# Communications software and architecture

Error control

## Errors in communication channel

• Lost packets
• Corrupted packets
• switched bits in frame
• duplicates

## Error detection and correction

• Error detection
• How the receiver can realise that the received data is corrupted
• Error correction
• Codes that not only detect error but may also be able to recover from that.
• Methods are used to find random errors, not changes made intentionally
• Against malicious attackers, Message authentication codes and secure hashes should be used.
• Automatic retransmissions and sequence numbering are the protocol level methods

## Terms

• Bit error ratio (rate) (BER)
• Describes the average probability of error in communication channel
• Hamming Distance
• The smallest distance between two equal length codewords
• e.g. Hamming distance between sent and received message is same as amount of bits that has flipped.
• Hamming distance for Error detection code, is the smallest distance of two valid codes
• In principle the bigger the distance the more bit errors it is possible to detect.
• all errors smaller than d-1 can be detected (d being Hamming distance)

## Error detection

• Simple parity bit
• One additional bit and end of packet indicates whether there is even (0) or odd (1) amount of 1 bits in message
• Cannot detect even number changes in the message.
• Hamming distance is 2
• Checksums
• Result of mathematical algorithm which get the content of message as input (usually several characters)
• Several solutions exist (e.g. TCP checksum)

## Cyclic Redundancy Check (CRC)

• One of the most common error detecting code
• Relies on modulo 2 arithmetic
• Requires generator pattern (P) that is known by sender and receiver
• can be defined in communication standard
• e.g. IEEE link level protocols use 32 bit crc with generator 100000100110000010001110110110111
• parts:
• M = Frame to be sent (k-bits)
• F = n-bit Frame check sequence
• T = Message to be transmitted (k+n bits) M ||F
• T = (2^n)*M + F
• P = n+1 bit generator pattern
• Goal is to get T so that T/P has no remainder (R) e.g. T mod P = R = 0
• This can be accomplished when F = (2^n)*M mod P
• The receiver divides incoming message T with P and if there is no remainder there is no errors

## CRC Example

• M = 101110
• P = 1001
• n = 3 bits (P size is n+1 e.g. n = 4-1=3)
• 2^n *M = 101110000
• F = 2^n*M/P = 011
• T = 101110011

## Error correction code

• Codes that not only know there is transmission error but can locate the erronous bit/bits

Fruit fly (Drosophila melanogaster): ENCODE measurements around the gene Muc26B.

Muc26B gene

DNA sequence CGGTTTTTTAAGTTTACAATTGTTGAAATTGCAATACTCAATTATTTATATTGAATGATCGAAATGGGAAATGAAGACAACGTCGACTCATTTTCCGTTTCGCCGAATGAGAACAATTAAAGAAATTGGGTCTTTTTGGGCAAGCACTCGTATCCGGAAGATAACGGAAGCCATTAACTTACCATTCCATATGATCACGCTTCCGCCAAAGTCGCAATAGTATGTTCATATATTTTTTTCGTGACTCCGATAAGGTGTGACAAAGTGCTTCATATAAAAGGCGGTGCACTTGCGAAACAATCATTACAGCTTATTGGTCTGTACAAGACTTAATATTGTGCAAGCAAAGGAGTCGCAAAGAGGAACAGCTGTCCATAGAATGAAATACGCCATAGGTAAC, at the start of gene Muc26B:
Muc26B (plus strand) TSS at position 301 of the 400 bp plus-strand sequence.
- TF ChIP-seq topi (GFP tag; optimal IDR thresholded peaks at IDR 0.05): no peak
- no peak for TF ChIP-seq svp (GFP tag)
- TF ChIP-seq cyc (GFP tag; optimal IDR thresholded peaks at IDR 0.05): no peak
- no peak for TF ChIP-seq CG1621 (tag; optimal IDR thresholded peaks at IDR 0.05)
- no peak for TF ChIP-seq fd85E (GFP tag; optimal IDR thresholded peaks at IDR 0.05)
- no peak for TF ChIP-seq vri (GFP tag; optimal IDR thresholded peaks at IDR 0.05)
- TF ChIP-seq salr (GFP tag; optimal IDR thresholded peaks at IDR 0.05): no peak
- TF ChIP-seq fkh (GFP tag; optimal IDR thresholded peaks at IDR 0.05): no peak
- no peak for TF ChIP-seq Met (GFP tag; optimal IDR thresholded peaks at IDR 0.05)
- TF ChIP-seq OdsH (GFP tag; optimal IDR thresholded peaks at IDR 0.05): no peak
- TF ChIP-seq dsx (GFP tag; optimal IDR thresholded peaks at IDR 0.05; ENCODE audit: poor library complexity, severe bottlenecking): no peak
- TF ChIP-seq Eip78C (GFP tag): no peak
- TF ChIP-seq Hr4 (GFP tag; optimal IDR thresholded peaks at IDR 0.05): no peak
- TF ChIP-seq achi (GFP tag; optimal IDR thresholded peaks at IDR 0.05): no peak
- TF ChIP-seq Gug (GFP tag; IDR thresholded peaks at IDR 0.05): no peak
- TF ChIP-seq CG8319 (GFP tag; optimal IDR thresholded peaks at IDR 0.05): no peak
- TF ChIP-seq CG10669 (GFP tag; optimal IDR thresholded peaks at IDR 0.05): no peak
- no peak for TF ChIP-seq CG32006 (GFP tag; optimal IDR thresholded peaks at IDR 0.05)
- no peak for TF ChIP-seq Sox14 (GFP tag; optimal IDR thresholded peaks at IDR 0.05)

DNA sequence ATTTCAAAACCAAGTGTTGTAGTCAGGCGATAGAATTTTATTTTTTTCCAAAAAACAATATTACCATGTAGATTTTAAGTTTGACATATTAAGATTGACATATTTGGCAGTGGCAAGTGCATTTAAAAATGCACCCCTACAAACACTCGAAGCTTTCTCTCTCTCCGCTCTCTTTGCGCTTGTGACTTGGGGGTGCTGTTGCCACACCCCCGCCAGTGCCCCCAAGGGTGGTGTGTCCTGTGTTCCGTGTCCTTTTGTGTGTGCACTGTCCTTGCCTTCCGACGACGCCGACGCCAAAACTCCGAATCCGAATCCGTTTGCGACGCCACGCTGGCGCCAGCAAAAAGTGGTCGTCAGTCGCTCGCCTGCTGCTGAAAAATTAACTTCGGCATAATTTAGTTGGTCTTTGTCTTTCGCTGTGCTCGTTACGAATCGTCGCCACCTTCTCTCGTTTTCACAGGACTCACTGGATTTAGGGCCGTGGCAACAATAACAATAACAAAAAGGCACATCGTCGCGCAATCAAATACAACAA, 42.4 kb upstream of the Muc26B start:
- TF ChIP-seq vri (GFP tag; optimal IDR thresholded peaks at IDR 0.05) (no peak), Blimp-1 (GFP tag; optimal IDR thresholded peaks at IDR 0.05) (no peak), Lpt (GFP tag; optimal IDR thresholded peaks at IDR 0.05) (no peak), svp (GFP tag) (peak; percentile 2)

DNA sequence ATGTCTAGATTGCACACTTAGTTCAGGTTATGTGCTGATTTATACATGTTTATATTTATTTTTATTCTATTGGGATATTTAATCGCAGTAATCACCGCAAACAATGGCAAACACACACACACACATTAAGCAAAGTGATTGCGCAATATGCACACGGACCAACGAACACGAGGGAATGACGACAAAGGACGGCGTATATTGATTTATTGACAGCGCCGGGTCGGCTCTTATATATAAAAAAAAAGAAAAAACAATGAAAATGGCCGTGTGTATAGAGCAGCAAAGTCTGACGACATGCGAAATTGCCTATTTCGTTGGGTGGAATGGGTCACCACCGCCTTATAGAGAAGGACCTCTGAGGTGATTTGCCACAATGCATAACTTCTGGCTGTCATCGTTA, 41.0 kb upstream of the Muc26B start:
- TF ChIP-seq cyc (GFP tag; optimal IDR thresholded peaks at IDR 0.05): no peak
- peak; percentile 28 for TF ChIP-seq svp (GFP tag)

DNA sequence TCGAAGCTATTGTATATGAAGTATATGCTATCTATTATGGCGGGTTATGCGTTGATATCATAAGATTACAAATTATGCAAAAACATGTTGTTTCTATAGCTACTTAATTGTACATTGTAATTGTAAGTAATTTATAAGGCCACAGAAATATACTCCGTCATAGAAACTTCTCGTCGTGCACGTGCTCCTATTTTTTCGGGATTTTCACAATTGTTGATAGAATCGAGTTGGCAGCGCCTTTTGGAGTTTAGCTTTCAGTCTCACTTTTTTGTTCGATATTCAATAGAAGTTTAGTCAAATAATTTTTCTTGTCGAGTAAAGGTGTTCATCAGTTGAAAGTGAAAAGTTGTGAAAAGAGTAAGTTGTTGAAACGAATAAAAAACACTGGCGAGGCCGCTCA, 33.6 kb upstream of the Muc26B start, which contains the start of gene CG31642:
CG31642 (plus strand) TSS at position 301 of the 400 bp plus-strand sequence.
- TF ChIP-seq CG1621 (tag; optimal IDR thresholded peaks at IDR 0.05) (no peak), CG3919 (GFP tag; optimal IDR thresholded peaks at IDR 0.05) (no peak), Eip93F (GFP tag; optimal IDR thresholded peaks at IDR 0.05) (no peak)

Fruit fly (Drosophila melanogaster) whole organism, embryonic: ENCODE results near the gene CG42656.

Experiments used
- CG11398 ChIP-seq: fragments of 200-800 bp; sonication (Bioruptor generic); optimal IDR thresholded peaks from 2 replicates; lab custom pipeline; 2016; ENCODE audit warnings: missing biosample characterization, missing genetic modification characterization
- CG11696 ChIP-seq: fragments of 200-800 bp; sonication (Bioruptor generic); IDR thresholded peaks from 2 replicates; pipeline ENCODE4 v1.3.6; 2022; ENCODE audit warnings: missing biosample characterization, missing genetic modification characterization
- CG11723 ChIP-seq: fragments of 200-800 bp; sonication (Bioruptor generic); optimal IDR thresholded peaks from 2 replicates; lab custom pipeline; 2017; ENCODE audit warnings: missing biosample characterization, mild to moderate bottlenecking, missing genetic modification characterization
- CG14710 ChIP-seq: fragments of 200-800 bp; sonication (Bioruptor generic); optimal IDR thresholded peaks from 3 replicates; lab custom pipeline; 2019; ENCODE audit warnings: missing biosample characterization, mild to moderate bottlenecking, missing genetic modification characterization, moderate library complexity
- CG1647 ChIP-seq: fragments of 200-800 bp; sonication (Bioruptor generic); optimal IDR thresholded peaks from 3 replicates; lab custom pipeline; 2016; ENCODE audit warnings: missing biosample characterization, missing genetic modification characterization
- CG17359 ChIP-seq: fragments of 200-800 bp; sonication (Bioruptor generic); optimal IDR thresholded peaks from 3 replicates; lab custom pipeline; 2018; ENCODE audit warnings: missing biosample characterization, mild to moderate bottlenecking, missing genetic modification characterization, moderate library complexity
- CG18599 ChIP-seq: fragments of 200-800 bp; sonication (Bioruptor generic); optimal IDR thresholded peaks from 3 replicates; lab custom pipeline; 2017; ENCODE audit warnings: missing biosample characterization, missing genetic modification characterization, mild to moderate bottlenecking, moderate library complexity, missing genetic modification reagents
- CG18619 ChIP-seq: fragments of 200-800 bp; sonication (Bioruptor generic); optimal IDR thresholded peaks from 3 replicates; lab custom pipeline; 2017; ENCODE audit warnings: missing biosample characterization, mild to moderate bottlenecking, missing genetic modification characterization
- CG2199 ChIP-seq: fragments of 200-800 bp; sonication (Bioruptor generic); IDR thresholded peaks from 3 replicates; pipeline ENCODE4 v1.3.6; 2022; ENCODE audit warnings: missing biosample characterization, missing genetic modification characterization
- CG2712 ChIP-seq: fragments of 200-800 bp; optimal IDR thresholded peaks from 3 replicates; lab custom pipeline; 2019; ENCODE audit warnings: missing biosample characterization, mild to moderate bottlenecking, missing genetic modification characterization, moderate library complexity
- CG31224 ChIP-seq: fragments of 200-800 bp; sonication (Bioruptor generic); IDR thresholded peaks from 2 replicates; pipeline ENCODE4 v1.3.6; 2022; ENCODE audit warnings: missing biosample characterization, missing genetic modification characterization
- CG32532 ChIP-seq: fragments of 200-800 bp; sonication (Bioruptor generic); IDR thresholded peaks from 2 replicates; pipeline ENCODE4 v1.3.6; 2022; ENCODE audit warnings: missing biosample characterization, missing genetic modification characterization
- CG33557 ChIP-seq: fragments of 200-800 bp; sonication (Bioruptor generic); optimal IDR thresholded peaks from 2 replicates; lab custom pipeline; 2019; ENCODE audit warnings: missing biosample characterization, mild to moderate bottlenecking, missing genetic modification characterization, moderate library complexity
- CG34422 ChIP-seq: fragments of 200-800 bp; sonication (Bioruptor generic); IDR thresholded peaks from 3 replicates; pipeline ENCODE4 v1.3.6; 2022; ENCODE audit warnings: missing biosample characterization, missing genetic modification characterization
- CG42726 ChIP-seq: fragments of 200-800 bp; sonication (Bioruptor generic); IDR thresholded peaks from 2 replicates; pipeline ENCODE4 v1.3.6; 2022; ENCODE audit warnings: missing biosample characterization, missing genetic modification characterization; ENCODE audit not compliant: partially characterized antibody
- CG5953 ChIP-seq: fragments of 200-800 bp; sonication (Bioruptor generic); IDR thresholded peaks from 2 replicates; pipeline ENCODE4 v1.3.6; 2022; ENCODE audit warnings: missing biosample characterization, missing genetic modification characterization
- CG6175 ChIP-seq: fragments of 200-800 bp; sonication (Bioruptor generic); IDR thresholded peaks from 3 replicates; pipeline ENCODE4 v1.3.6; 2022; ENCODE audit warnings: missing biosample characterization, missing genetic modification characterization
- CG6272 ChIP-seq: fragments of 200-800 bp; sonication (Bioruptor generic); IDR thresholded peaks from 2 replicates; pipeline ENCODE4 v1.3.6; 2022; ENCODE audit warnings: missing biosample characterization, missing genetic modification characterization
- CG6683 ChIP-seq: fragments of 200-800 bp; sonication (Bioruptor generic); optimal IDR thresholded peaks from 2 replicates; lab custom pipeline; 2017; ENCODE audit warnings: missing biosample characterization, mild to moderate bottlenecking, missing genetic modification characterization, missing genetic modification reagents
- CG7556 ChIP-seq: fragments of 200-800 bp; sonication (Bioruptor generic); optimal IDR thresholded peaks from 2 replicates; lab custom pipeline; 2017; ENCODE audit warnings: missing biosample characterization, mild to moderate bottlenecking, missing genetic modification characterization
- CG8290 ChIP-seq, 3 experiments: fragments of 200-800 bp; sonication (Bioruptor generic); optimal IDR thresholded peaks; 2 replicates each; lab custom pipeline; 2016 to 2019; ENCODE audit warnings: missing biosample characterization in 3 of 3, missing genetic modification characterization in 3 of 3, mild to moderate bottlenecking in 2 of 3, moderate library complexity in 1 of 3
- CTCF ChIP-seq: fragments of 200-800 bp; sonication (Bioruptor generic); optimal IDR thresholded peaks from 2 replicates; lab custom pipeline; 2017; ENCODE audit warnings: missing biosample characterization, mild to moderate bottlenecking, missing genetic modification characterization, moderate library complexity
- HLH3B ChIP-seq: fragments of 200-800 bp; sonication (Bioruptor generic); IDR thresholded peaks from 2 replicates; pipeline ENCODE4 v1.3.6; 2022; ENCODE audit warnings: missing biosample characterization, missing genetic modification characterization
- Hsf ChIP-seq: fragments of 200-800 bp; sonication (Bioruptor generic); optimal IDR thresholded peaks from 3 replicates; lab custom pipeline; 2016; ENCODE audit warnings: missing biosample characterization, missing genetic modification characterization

• multiplying the sent bits 01 → 000111
• slows down communication
• Vertical and horizontal parity bits
• Message is divided in n * m bit blocks
• parity bit is calculated for each row and column
• Single erronous bit can be fixed.
• convolutional codes
• turbo codes

## Hamming code

• Error correcting code with minimum hamming distance of 3
• can correct one bit error and detect 2 bit errors in message.
• General rules
1. All bit positions that are powers of two are used as parity bits. (positions 1, 2, 4, 8, 16 …)
2. All other bit positions are for the data to be encoded. (positions 3, 5, 6, 7, 9, 10, 11, 12, 13, 14, 15, 17
3. Each parity bit calculates the parity for the bits in the code word in sequence determined by its position
• starting from the position p=2^n, calculate parity for p bits and then skip nxt p bits
• e.g. n=0, p=1, parity calculated from 1,3,5,7,9,11…
n=1, p=2 parity 2,3,6,7,10,11 …
n=2,p=4 : 4,5,6,7,12,13,14,15…

## Example Hamming (7,4)

• Hamming code for four bits of data with three parity bits (3+4=7)
• Hamming distance 3
• Message 0110
• encoded: _ _0_110
• parity bit 2^0=1 from locations 1,3,5,7 = 0,1,0 = 1 → 1_0_110
• parity bit 2^1=2 from locations 2,3,6,7 = 0,1,0 = 1 → 110_110
• parity bit 2^2=4 from locations 4,5,6,7 = 1,1,0 = 0 → 1100110
• parity bit 1 dependent on data bits 1,2,4. pbit2 from 1,3,4 and pbit4 from 2,3,4
• single bit transmission error will cause two parity bits be faulty and thus we can find the faulty bit

## Secure Hash and MAC functions

• Secure hash
• Function that provides set size hash value from message
• the resulting hash is collision resistant it is hard to find y so that h(x)=h(y) and it is hard to find x and y so that h(x)=h(y)
• one bit change in data will change the whole hash result
• MAC (message authenticatin code)
• e.g. hash with key
• protects against data alteration attacks

## What method to choose?

• If you need to protect against intentional changes on bits (e.g. attacks) then use signed secure hashes or MACs
• otherwise use error detection or correction codes
• error detection requires less additional bits than error correction codes
• efficiency = d /(d+p) where d is data bits and p is the additional code bits
• additional bits require for error correction is justified when
• channel is oneway (e.g. broadcast type communication)
• there is high latency
• informing about error and retransmitting the data takes long time
• There is high BER ratio
• retransmission is likely to be corrupted too.